2013-11-01

Co.Exist

A $100 Million Urban Resilience Effort To Help Cities Survive The Next Superstorm

Hundreds of cities are vying for grants from the Rockefeller Foundation, because they know they aren't prepared for future disasters.

Superstorm Sandy showed New York's vulnerability to big weather, and offered a warning to the world. If a moderately severe hurricane could incapacitate a city as great as New York, less wealthy and prepared places could be in for something worse.

Up to 75% of the planet is set to live in cities by 2050, just as climate change threatens to make exceptional weather less exceptional. Urban areas are more at risk than ever, yet have never been more crowded. That's a frightening combination, as we've discussed before.

The Rockefeller Foundation's 100 Resilient Cities Centennial Challenge is a $100 million effort to help cities to face up to Sandy-like events and come out the other side. It looks to catalyze infrastructure investment, improve coordination within governments, open up access to useful software and services, and spread good ideas.

"Sandy really revealed how vulnerable even New York was, and New York had lots of measures to protect itself," says Judith Rodin, Rockefeller's president. "Many [cities] are grappling with these issues and they're fearful of the degree to which they have both the capacity and the plans to respond."

Rockefeller launched 100 Resilient Cities earlier this year, and more than 1,000 cities have sent in grant proposals so far (Rockefeller is now sorting through them). "They are concerned about infrastructure and the erosion of their coastlines, which make them far more vulnerable. They understand they don't have the right coordination within city government," Rodin says.

"Infrastructure" could be anything from ocean defenses to the positioning of power stations and the grid. It could mean how transport systems are protected from flooding, or how building codes encourage or discourage types of construction. It also includes "soft infrastructure"—which could involve the way planners and administrators are trained and the services they have to hand.

In submitting grant applications to Rockefeller, cities agree to appoint a Chief Resilience Officer to conceive and implement a plan, bring in private sector, civic society and the community stakeholders, and share knowledge with the network. In return, they get cash, services, and support. For example, Swiss Re, the giant insurance group, is offering free access to its risk analysis software packages. Palantir, the predictive analytics startup, is opening up its platform. And the American Institute of Architects and Architecture for Humanity is building "resilient design studios," where professionals can learn about land use analysis and hydrology mapping. Rockefeller hopes this will lead to more cautious planning—for example, so cities avoid building on flood plains.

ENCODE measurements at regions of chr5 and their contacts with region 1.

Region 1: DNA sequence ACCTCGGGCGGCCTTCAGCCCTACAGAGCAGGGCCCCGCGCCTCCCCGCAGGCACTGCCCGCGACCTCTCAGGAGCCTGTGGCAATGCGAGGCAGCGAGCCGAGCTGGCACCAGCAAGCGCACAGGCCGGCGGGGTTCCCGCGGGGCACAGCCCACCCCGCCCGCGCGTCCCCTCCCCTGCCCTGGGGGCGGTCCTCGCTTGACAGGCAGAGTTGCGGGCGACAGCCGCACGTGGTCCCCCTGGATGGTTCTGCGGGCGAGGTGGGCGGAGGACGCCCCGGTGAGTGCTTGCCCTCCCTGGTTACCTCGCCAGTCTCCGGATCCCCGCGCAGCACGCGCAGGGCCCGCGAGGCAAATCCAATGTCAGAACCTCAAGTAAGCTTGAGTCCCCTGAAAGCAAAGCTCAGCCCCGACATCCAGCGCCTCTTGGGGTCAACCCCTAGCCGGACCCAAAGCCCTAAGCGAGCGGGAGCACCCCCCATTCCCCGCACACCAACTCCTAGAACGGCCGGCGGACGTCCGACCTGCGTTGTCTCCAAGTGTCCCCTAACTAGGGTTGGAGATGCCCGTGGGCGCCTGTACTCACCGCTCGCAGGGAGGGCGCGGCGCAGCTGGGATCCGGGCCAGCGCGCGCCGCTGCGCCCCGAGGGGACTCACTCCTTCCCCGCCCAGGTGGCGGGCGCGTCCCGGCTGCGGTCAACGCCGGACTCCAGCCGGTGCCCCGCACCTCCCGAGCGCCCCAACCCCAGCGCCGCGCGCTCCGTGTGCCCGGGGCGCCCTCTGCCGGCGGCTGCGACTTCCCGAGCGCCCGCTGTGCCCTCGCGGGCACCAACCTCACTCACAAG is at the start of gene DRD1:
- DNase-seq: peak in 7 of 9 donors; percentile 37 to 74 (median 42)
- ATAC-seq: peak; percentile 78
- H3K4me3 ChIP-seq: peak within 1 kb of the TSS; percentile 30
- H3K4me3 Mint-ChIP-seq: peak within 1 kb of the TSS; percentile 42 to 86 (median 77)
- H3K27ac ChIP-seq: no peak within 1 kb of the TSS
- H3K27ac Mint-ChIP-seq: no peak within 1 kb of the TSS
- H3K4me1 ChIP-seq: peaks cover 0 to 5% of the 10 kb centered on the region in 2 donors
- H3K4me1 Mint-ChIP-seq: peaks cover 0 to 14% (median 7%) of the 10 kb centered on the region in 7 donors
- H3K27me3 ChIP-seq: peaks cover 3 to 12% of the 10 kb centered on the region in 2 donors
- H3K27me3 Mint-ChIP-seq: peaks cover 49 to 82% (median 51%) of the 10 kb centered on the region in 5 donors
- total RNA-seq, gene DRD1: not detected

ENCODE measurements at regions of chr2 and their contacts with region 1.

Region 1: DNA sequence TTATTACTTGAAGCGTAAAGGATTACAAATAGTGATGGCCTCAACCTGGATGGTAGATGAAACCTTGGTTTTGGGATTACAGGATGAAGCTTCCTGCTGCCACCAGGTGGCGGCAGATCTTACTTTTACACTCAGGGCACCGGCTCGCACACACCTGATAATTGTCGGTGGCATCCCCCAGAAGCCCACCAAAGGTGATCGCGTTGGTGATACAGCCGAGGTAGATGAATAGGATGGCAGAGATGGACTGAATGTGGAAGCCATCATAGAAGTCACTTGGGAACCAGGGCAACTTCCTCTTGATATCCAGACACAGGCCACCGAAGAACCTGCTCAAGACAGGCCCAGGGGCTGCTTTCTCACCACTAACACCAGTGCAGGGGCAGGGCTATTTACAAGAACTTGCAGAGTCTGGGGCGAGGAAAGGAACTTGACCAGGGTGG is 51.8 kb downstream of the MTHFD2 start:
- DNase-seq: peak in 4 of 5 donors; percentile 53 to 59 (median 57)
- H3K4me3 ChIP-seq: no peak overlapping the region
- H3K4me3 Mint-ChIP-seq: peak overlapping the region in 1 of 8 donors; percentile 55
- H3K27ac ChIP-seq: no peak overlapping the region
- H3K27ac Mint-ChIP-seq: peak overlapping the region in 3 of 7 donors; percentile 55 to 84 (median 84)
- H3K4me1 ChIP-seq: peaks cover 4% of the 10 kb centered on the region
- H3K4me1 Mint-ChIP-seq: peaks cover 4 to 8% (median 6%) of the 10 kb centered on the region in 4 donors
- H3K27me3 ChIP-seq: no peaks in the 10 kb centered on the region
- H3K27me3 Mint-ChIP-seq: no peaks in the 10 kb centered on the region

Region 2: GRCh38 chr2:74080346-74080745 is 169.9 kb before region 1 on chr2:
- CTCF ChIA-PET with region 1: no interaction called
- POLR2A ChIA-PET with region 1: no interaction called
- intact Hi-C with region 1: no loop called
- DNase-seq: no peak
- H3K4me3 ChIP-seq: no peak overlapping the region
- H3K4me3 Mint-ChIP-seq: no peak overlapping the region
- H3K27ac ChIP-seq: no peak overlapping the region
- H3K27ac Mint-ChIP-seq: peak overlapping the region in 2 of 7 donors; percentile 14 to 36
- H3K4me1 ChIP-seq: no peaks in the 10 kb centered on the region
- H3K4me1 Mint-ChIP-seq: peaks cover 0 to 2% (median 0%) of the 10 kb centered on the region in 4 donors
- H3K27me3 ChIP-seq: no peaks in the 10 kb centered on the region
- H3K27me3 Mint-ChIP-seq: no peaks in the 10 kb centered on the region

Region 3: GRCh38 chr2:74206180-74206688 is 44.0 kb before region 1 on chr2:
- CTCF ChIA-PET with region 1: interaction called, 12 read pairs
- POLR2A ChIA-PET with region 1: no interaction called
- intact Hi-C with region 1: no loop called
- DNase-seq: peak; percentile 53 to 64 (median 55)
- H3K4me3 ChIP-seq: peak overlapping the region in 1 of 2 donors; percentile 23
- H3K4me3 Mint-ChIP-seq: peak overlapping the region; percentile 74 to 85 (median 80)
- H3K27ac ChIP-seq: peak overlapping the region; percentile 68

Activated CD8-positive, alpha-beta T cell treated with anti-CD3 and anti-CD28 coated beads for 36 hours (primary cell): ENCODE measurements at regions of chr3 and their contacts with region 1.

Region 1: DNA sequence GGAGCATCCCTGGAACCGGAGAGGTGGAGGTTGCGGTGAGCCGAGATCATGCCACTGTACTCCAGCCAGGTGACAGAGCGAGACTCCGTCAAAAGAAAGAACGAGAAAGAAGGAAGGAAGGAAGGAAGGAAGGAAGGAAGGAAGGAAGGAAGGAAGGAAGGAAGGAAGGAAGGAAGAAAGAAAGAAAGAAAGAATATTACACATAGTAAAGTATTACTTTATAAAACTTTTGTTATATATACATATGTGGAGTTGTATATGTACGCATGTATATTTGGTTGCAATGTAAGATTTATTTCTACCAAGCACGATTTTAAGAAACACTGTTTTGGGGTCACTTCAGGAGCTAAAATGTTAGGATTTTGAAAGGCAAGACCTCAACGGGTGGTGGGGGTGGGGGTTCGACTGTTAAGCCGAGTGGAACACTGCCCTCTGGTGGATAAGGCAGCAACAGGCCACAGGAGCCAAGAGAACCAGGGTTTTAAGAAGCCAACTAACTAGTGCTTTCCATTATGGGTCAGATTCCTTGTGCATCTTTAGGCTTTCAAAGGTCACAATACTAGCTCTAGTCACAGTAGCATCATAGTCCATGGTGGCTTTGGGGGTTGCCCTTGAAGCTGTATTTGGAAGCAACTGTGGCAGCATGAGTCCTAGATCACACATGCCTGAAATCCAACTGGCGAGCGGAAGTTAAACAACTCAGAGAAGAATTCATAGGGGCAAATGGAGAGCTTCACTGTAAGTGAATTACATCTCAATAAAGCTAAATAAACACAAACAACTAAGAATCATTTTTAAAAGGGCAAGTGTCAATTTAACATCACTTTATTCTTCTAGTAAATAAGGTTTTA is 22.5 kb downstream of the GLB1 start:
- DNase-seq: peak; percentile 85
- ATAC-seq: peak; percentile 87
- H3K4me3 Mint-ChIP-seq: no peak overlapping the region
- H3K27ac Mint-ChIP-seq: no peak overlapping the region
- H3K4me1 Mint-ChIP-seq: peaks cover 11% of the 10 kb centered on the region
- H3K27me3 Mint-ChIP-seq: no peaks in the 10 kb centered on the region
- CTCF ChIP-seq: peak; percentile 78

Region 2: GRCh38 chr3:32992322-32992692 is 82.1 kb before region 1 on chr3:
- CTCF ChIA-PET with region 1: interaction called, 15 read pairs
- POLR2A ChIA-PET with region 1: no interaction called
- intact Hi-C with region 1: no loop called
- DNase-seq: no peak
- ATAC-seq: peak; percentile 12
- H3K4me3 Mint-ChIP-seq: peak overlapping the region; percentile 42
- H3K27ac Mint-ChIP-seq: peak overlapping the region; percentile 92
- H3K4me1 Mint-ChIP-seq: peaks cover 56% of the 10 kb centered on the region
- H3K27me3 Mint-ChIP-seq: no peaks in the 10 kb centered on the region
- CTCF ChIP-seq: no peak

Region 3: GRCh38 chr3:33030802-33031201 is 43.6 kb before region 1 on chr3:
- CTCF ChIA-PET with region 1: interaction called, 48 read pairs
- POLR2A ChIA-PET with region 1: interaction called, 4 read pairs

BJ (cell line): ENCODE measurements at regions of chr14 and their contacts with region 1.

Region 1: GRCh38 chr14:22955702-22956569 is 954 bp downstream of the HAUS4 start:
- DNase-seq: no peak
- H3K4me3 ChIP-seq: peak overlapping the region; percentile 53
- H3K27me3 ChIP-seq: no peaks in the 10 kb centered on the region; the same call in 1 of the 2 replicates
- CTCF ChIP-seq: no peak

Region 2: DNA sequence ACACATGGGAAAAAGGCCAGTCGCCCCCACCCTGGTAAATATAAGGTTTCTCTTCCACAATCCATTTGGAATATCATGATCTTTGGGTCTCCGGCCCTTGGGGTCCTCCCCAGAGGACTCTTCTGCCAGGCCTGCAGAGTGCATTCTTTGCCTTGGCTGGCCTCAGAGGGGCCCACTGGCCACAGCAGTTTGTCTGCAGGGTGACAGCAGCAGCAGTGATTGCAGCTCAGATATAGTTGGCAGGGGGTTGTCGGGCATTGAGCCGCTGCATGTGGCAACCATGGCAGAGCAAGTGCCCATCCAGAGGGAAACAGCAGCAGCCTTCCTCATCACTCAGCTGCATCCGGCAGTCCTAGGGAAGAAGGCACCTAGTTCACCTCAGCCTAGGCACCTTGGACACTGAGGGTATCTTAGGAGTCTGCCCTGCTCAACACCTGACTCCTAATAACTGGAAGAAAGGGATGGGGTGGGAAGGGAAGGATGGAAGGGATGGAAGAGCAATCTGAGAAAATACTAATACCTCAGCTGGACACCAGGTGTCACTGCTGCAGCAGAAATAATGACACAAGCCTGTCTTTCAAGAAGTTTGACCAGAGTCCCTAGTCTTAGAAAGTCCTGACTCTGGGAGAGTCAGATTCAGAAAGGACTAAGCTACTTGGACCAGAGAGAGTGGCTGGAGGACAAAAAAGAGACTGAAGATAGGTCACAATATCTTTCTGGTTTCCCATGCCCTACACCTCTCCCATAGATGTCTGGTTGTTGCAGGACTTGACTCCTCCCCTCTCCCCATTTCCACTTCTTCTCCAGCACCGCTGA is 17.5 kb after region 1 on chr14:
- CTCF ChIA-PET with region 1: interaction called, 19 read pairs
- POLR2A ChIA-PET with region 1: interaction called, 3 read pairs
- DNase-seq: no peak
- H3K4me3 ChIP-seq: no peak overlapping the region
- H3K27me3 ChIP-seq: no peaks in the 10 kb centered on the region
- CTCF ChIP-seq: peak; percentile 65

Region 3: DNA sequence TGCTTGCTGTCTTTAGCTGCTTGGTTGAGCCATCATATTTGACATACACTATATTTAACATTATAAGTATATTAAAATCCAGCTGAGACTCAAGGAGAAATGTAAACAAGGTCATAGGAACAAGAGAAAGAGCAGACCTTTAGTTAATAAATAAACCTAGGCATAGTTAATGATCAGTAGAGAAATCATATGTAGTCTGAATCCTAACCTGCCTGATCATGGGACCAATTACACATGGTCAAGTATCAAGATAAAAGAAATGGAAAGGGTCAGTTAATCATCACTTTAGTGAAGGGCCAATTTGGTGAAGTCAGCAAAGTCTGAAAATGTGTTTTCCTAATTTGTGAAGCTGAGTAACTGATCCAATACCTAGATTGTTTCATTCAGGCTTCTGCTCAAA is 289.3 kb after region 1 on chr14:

Rockefeller hopes "its convening authority and credibility with private sector actors" will also help bring funding for infrastructure. Rodin says the issue isn't necessarily the availability of capital. There are plenty of richly endowed infrastructure funds—but that cities don't make themselves more attractive to investors. Members of the network will get to attend World Bank workshops aimed at helping them. And Rockefeller is championing ideas like the West Coast Infrastructure Exchange, a joint effort by California, Oregon, Washington, and British Columbia to unlock more private infrastructure capital.

"Public funding is not enough," Rodin says. "If you look at the United States, we have trillions of dollars of infrastructure needs. Even if we could get Congress to unleash large amounts of money, which they haven't been willing to do, it still wouldn't be enough for what cities and states need."

Rodin says Rockefeller will measure the success of its initiative in lives and property lost, and the level of economic disruption. If the 100 cities are less affected by serious shocks, it will be worth it.

She's at least encouraged that cities are taking resilience more seriously than they were. "I'm seeing much less short-termism at the local level than I'm seeing at the national level," she says. "These city leaders can see these are not 1 in 100 year events. Something is happening in a city almost every day around the world that's taxing them to the limits. There's already tremendous stress, and they realize they need to be more prepared."

[Image: Flickr user John de Guzman]

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1 Comments

  • On The Edge

    Nice summary of the enormous extent of the challenge urban coasts are facing. The "war against climate change and sea level rise" requires as
    much resources as a "war against weapons of mass destruction" or a "war against terrorism." Luckily, the U.S. is getting out of some wars abroad, which could free the resources necessary to fight the war against sea level rise at home and make the country safe from extreme weather events and the impacts of
    (slow) climate change. A $100 Million resilience effort is not going to do much, but
    something on the order of the costs of the Iraq and Afghanistan wars would make a
    difference - and with the war-industry engaging in
    this existential battle, we have a chance to win before we loose too many people
    and too many cities.